Kate Bernot, RedEye
Mini review: Bordel Puncheon Club & Cabaret
1721 W. Division St. 773-227-8600
Rating: !! (out of 4) Give it some time
Speakeasy-style bars have been popular for years, and while Bordel isn't calling itself one per se, there is a purposefully clandestine feel to the second-floor lounge above Black Bull Tapas in Wicker Park. The bar's unmarked door inside Black Bull's foyer, the dim lighting and circular, red velvet-decked booths are meant to evoke a "European bohemian lifestyle," according to beverage director Brian Sturgulewski. The decor and the menu are inspired by a time during Prohibition when American bartenders moved to Europe and developed classic cocktails such as the French 75 and bloody mary. There's also a stage at Bordel, where, depending on which night you visit, you might see a flamenco dancer clinking her castanets, a jazz pianist sitting down at the keys or a burlesque performer stepping into the spotlight. With visions of "Moulin Rouge" in my head, I stopped into Bordel on a Friday night.
Stake out your spot: Though the bar says booth seating is "first come, first served," large parties can email ahead of time (email@example.com) to reserve seats. On my visit, confusion about where to sit threw me off seconds after arriving. Fewer than half of the huge booths along one wall were occupied, but a rushed server told my two friends and I that the rest were reserved for a birthday party. On busy nights, there are no stools at the bar, so rather than hover awkwardly in the narrow, crowded space, we ducked into a booth and hoped no one would tell us to leave. Once there, we were told that we'd have to close our tab at the bar if we wanted to order from a server, so we just switched off making trips to the crowded bar to order the next round.
Keep an eye on the menu: Bordel opened quickly—in bar industry time, at least. Sturgulewski said owners took about a month and a half between beginning work on the space and opening night, so though the bar had been open for two and half weeks when I visited, the cocktail list still wasn't finalized. The menu has since doubled in size to include 13 "strong but not silent" drinks (spirits-forward, stronger cocktails), 12 "swizzled and stirred" drinks (lighter, refreshing cocktails), plus two classic punches available by the bowl ($50) or cup and a house cocktail, the Bordel Spanish Coffee spiked with Grand Marnier and overproof rum. At $12 each, some of the cocktails are well-priced, including the Old Fashioned Whiskey Cocktail, which was well-balanced and served in a handsome, heavy rocks glass. Others seemed less of a bargain. I enjoyed the spices in both the Light Guard Punch and Boston Club Punch—especially the dry fino sherry and cognac combination that forms the base of the Light Guard—but paying $12 for a cocktail served over ice in a small teacup felt steep. The dainty cups are a nod to the Prohibition era, when some bars would covertly serve booze in them. I'm fine with the cutesy presentation; I just wish the cups were a bit deeper. And what's with the "Puncheon Club" in the bar's name? Yes, dictionaries do recognize pucheon as a word, but it's not something that rolls of the tongue with any ease. I'll file this next to Dusek's Board & Beer and Stout Barrel House & Galley as bars' full names I'll never use. Sturgulewski said he hopes to add a chalkboard of rotating specials developed by guest bartenders visiting from other Chicago and out-of-town bars. Surprisingly, a number of people waiting next to me at the bar opted for ho-hum beers and gin and tonics.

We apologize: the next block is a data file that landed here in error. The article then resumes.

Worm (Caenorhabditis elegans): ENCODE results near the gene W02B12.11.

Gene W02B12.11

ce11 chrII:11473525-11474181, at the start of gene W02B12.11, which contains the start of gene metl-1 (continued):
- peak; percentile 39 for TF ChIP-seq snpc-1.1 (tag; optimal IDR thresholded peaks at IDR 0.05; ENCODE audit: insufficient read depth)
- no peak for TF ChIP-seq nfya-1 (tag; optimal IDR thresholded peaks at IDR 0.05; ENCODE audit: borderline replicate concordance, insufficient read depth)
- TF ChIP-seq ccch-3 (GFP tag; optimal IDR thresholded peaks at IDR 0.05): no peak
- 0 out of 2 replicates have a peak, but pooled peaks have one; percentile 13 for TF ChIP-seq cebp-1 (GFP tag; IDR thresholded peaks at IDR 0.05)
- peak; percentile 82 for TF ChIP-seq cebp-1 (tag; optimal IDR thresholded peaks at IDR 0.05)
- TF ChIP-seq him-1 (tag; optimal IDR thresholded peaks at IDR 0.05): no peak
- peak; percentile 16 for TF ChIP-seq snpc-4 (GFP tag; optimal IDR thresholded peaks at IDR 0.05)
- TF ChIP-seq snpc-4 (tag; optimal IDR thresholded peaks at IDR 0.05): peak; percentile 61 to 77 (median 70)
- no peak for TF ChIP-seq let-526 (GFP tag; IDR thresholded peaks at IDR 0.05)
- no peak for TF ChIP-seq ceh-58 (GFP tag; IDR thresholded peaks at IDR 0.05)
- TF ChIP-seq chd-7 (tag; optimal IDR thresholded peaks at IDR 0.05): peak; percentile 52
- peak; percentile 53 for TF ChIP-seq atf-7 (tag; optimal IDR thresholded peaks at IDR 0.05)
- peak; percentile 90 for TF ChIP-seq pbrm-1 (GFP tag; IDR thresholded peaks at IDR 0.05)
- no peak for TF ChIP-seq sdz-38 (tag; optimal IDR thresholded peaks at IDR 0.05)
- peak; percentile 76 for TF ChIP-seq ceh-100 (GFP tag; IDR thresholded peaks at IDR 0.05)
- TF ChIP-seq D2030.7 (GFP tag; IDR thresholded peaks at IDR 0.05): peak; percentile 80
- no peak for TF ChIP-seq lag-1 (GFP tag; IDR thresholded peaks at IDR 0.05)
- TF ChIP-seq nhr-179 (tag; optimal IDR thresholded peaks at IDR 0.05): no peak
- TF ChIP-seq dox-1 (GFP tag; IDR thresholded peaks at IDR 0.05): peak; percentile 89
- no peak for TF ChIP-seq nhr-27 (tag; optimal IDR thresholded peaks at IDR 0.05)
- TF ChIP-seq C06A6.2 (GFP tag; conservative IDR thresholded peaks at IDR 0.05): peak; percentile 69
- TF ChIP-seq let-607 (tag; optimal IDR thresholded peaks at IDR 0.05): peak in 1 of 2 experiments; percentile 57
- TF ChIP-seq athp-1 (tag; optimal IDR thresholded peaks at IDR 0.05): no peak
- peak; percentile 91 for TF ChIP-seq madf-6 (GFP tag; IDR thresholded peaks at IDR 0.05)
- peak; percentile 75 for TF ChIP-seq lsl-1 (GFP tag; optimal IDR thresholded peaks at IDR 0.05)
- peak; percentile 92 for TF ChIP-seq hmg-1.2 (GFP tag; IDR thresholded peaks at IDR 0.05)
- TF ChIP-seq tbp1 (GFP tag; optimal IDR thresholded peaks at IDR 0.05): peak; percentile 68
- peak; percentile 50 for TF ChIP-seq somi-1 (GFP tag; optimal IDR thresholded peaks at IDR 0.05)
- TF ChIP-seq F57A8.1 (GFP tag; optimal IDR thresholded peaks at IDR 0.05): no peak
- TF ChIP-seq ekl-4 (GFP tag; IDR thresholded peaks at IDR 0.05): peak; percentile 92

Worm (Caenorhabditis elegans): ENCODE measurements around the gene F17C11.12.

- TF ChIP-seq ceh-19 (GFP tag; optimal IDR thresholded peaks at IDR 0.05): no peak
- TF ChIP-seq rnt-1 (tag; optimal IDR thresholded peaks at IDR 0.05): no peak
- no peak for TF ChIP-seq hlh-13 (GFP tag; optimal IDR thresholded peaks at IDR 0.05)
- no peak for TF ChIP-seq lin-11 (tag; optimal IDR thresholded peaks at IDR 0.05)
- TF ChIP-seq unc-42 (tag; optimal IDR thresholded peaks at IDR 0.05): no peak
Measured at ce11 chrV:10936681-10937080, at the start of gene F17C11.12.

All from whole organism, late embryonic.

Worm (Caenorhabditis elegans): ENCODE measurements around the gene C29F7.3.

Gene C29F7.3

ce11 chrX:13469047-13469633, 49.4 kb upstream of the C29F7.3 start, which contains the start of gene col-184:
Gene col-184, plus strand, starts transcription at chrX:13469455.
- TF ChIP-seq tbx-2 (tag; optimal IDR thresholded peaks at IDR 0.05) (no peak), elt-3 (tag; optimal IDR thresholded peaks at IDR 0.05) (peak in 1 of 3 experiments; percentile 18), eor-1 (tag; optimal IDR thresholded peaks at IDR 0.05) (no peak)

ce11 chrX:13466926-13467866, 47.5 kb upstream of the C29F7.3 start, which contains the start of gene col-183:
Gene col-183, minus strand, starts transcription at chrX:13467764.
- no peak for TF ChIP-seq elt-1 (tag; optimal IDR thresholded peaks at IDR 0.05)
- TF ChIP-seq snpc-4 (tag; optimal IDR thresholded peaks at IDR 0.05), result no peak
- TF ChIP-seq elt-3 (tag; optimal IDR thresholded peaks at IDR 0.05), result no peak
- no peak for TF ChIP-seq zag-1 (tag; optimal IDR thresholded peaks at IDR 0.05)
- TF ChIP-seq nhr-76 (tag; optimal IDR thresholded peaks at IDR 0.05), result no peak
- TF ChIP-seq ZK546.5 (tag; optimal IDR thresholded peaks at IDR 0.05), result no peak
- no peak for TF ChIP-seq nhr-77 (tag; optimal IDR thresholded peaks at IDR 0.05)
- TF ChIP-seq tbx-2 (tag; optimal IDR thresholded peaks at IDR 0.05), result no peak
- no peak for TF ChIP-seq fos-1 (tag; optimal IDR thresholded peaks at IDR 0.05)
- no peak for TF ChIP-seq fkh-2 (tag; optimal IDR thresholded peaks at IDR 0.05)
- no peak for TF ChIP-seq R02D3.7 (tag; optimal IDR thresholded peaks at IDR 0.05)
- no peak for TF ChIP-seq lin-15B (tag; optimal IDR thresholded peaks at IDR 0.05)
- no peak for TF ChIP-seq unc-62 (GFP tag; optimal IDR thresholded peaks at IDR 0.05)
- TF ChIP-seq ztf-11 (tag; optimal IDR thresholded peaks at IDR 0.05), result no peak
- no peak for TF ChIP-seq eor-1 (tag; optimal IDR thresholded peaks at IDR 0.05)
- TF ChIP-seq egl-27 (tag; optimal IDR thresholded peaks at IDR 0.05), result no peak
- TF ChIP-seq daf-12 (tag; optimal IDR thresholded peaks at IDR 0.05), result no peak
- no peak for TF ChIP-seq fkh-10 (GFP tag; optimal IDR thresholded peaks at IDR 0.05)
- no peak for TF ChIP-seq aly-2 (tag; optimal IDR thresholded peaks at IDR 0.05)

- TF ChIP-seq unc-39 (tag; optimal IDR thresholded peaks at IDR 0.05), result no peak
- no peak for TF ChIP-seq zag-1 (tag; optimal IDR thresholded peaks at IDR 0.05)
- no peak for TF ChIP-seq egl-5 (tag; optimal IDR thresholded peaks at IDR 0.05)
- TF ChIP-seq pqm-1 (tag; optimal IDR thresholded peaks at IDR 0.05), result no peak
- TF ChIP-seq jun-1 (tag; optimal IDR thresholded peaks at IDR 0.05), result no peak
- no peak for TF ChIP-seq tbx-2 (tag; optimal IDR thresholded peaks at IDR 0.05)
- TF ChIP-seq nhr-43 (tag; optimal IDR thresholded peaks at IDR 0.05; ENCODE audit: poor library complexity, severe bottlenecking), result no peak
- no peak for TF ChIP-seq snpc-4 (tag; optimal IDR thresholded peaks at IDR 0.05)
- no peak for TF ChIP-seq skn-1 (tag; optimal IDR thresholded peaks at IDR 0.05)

Listen up: In addition to live performers on the main stage, Bordel also hosts DJs at a second booth directly across from the bar. "It's a really cool, eclectic night when you start out with something more modern that the DJ is playing and then a jazz band goes on, and then classic French music, and then a gypsy guitar, and back to the DJ," Sturgulewski said. "It keeps the energy up in the room and allows for a gear shift." The DJ on the night I visited was playing a mix with bass lines that felt more club than cabaret, which, when followed by a classic Spanish guitarist on stage, felt out of place. I do give Bordel credit for booking live music without a cover, especially in such an intimate space, but the DJ could have read the energy better.
Bottom line: The bohemian lifestyle should be carefree, but the atmosphere at Bordel doesn't yet reflect that. The classic cocktails and sultry decor are right on, but the service and crowd flow need a bit more time to settle in. Division Street could use a serious cocktail spot to break up the blocks and blocks of beer bars, so here's hoping this one finds its footing.
RedEye reporters visit bars unannounced and drinks are paid for by RedEye. firstname.lastname@example.org | @redeyeeatdrink